Our solution was to build a data-driven model. This means that a developer can express their tile using a set of predefined properties and templates, in this case, using an XML schema. The XML tile data is then sent to the Windows Push Notification Service (WNS) via a simple HTTP POST and then we take care of the rest. All the code for connecting, retrying, authentication, caching, rendering, error handling, etc. is done in a uniform and power-efficient way.

Here is an example of one of the many tile templates that developers can use for their Windows 8 apps. This one consists of a text field and a single image, but there are many other templates to choose from.

Image of a surfer, with RSS feed icon, and text "First ever surfboard kickflip recorded in Santa Cruz"
Figure 1: Example template (TileWideImageAndText)

Here is the corresponding XML code that describes the above tile:

<?xml version="1.0" encoding="utf-8"?>
<tile>
<visual lang="en-US">
<binding template="TileWideImageAndText">
<image id="1" src="http://www.fabrikam.com/kickflip.png"/>
<text id="1">First ever surfboard kickflip recorded in Santa
Cruz</text>
</binding>
</visual>
</tile>

The decision to use a data-driven model allowed us to achieve the first two goals (performance and a high-fidelity experience), but we still had to figure out how to achieve real-time delivery and fire-and-forget-it efficiency.

There are two high-level design patterns with client/server content delivery: polling & push. Polling means that the client checks with the service on a regular basis (for example, every 90 minutes) to see if there is new content. Push means that when there is new content, the service sends the data down to the client directly.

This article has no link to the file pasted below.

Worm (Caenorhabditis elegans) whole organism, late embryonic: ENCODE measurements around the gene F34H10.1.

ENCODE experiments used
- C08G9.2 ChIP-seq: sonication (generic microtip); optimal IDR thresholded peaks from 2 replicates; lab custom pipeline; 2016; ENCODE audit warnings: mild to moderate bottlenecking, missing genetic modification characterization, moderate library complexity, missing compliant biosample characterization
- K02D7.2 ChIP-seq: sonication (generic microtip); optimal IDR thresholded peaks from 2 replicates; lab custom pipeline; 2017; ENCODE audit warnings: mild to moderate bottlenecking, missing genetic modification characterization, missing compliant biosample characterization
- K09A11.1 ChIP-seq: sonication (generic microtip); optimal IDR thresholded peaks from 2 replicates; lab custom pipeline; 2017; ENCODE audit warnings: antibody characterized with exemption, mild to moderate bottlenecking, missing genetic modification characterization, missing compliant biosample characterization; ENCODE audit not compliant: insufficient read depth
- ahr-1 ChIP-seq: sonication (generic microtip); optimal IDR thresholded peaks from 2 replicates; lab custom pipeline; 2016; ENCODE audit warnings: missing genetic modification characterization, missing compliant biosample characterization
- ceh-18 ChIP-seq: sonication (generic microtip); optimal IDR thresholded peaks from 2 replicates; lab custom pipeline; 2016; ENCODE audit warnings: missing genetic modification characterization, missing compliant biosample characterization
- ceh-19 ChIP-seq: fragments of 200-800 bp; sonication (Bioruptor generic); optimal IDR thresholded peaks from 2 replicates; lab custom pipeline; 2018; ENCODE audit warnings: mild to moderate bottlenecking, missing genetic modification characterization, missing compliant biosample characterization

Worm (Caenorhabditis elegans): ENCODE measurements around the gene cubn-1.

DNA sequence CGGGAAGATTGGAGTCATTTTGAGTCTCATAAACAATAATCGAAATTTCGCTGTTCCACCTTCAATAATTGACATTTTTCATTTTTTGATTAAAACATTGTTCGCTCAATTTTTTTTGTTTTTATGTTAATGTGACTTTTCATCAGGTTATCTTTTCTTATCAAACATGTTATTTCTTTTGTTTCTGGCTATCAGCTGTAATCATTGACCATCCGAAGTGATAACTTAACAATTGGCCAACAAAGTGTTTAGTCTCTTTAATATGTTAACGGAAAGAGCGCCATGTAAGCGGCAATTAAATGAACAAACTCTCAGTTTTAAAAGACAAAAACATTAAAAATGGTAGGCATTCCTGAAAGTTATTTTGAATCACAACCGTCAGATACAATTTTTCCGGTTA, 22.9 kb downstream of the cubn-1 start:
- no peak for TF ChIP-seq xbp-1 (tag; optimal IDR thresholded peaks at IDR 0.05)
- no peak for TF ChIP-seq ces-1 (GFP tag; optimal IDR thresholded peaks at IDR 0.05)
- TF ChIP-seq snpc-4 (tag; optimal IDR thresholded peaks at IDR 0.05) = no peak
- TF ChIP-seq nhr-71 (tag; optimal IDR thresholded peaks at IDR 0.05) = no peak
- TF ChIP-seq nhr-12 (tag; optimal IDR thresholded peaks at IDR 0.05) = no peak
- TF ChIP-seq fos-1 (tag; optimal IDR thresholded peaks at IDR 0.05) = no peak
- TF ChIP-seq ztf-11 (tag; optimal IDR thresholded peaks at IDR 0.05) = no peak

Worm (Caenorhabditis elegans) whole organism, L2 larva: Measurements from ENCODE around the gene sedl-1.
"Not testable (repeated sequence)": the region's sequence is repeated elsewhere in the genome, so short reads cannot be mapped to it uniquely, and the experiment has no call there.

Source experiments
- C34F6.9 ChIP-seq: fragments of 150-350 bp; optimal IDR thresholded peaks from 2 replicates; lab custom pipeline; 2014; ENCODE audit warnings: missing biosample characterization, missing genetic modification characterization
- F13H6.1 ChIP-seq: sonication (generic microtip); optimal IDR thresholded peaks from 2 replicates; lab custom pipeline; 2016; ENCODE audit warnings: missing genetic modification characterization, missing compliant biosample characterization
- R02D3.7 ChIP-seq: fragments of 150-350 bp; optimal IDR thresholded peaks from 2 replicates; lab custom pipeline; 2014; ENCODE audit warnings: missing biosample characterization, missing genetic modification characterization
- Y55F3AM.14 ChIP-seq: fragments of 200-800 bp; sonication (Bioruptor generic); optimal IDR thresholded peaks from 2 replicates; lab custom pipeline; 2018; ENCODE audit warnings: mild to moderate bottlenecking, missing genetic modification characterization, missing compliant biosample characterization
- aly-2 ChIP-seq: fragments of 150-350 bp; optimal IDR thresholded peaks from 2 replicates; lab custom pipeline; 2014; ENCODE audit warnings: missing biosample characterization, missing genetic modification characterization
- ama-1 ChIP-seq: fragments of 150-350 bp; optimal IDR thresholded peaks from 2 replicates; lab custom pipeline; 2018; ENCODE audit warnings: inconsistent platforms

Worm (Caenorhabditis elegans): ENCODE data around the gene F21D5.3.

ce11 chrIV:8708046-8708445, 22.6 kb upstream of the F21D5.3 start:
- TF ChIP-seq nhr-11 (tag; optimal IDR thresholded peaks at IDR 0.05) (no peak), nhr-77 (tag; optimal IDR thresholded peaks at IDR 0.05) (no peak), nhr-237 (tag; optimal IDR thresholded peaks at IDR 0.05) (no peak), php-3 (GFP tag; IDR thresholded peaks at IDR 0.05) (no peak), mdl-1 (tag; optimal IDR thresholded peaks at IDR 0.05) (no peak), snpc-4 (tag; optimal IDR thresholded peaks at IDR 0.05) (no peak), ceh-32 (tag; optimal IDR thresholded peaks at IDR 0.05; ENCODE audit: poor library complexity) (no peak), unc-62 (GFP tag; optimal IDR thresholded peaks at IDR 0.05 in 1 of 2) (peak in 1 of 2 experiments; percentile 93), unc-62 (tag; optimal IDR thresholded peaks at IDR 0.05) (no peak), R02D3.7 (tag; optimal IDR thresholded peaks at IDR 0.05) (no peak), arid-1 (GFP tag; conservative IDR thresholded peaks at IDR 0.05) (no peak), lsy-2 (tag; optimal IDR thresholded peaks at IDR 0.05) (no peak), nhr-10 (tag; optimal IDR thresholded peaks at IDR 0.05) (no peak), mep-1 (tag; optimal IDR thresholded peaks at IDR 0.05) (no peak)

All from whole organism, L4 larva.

The only way to support instant notifications with a polling model would be to poll on a sufficiently high frequency (like every 5 seconds), so if a new message arrives, you’d see it pretty much instantly. But doing so would kill our performance goals—with a 5-second poll interval, the network radio stack would never be idle, battery life would be horrible, and desktop machines would always be powered up. It would be a little like talking on your cell phone all day long—your phone’s battery wouldn’t last long. On top of that, it would be extremely wasteful to check the server every 5 seconds for content, since most of the time there would be nothing new. Historically, system tray notifications and desktop Gadgets introduced in Vista have been implemented using a polling mechanism. But with any polling mechanism, the interval is still not short enough for today's real-time services that are instant.

Thus, for Windows 8 we architected a push-based service. This was a big decision because it meant we would need to build a platform at a global scale, eventually powering the tiles for hundreds of thousands of apps and over a billion people. But the value was clear: developers would get super-efficient real-time notifications to their customers for free, without having to build or maintain their own persistent connections to the client.